But while gun violence isn’t present in the schools, the psychological toll and sheer trauma of what’s happening on the streets in several Oakland neighborhoods is affecting students in numerous ways. On a basic level, it affects their ability to study.
Hattie Tate, OUSD’s department administrator for the Full Service Community Partnership program, said children and youth need some basic essentials in place to be able to learn. “The first thing a child needs to be able to learn is to feel safe,” said Tate, describing a philosophy that has fueled her work in OUSD and is the subject of her doctoral dissertation.
In neighborhoods where gunshots can be heard most nights and pimps lure or kidnap adolescents as they walk to school, some kids just do not feel safe, she said. That’s why she has been an advocate of teachers and administrators nurturing an atmosphere of safe haven in their schools.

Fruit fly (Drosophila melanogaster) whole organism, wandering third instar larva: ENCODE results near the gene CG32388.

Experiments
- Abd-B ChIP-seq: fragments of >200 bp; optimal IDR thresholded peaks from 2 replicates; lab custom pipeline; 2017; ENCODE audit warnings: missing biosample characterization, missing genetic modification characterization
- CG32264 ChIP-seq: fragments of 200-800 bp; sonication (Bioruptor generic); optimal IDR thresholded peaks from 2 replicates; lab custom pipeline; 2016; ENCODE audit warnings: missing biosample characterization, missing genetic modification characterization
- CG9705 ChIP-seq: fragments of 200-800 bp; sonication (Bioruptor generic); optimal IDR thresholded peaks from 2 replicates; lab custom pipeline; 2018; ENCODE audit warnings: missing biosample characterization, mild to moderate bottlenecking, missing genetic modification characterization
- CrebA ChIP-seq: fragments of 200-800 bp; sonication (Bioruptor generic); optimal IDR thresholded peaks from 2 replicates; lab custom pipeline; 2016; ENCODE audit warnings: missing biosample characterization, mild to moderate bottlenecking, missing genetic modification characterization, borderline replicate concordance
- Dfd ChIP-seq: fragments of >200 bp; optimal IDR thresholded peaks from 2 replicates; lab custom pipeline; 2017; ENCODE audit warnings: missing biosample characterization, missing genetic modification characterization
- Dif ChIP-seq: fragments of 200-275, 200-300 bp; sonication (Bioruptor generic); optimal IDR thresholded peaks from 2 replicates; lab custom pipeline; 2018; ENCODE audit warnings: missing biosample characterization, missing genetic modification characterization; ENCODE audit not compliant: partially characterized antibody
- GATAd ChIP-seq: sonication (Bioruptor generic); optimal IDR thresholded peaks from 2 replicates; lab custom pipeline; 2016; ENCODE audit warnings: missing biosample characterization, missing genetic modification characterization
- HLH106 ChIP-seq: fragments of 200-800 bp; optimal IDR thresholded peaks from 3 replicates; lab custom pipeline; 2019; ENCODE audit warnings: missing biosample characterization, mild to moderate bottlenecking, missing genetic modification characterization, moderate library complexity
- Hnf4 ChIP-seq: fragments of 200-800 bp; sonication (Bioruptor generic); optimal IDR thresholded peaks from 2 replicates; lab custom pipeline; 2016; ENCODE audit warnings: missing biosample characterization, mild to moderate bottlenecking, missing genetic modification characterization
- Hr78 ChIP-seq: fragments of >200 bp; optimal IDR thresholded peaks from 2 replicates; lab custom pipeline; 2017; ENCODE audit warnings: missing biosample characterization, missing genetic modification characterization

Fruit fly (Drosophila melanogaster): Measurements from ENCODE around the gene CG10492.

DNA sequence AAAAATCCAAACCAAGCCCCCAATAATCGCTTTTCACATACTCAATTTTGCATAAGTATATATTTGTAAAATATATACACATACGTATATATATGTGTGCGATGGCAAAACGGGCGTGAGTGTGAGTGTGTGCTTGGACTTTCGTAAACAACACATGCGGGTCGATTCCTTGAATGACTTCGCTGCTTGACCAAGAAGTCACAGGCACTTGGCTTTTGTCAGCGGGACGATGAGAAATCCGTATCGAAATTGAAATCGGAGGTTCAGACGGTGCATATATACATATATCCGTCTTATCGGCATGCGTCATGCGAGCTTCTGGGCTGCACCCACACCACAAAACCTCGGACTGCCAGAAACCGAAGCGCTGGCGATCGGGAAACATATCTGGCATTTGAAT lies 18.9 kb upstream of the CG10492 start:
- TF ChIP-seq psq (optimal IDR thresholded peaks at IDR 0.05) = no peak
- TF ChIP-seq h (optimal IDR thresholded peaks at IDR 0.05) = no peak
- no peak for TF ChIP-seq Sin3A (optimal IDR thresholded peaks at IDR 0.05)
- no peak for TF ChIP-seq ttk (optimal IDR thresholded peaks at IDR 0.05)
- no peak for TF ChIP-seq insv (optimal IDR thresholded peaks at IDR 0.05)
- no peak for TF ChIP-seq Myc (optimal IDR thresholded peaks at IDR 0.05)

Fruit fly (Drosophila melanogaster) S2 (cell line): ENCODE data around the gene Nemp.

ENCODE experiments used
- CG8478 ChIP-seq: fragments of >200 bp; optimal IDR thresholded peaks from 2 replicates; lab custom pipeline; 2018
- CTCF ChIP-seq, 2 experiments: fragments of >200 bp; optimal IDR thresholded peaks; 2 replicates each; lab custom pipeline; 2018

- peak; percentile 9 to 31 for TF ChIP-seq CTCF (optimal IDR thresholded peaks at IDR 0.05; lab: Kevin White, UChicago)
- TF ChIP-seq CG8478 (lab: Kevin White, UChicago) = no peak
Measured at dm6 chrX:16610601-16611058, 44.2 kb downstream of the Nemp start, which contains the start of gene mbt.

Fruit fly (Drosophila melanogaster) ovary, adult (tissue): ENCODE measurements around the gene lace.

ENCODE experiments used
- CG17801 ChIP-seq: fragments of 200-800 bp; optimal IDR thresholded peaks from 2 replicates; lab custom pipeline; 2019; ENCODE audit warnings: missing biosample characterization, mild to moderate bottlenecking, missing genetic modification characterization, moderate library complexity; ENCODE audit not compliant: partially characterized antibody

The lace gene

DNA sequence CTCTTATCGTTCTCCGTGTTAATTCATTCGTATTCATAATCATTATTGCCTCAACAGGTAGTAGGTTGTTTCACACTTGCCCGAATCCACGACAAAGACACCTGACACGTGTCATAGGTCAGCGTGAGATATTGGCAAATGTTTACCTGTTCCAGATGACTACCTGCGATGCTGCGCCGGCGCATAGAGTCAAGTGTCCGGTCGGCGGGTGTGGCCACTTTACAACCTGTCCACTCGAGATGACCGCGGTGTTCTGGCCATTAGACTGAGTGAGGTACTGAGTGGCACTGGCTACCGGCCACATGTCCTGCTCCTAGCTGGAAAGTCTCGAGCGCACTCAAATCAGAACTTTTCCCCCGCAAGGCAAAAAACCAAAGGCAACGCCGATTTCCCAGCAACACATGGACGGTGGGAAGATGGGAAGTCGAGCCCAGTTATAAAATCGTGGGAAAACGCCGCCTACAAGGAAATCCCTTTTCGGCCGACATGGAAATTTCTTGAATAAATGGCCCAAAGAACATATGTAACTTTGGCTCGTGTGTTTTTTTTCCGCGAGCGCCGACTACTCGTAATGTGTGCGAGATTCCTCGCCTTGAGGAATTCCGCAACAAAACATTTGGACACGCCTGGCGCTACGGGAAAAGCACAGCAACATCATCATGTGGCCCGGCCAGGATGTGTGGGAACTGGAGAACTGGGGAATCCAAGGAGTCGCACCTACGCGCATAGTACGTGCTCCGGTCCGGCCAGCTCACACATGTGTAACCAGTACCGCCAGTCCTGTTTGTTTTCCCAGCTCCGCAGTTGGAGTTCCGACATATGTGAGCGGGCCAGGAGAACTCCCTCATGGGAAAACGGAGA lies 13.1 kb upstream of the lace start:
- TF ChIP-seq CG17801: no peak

Asked what the three biggest challenges facing Oakland schools are, outgoing Superintendent of Schools Tony Smith said, “Community violence, community violence and community violence,” citing it as all three.
“Schools are the very safest places in Oakland now, but the repercussions of violence on kids’ lives are much bigger than the district,” can handle on its own, Smith said.
Oakland Unified’s new strategic direction, begun a few years ago to create Full Service Community Schools, is partly in response to violence. Those schools with community centers offer counseling, after-school activities, health professionals and food.